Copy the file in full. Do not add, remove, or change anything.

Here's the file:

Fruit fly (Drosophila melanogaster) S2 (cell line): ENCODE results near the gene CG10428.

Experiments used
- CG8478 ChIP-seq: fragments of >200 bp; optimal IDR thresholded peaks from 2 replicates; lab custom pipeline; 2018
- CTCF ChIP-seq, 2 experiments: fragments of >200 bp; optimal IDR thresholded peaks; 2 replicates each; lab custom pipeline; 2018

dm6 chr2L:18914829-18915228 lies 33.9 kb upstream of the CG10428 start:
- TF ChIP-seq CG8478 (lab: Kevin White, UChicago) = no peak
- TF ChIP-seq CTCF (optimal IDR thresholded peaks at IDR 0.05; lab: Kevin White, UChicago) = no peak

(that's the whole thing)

Fruit fly (Drosophila melanogaster) S2 (cell line): ENCODE results near the gene CG10428.

Experiments used
- CG8478 ChIP-seq: fragments of >200 bp; optimal IDR thresholded peaks from 2 replicates; lab custom pipeline; 2018
- CTCF ChIP-seq, 2 experiments: fragments of >200 bp; optimal IDR thresholded peaks; 2 replicates each; lab custom pipeline; 2018

dm6 chr2L:18914829-18915228 lies 33.9 kb upstream of the CG10428 start:
- TF ChIP-seq CG8478 (lab: Kevin White, UChicago) = no peak
- TF ChIP-seq CTCF (optimal IDR thresholded peaks at IDR 0.05; lab: Kevin White, UChicago) = no peak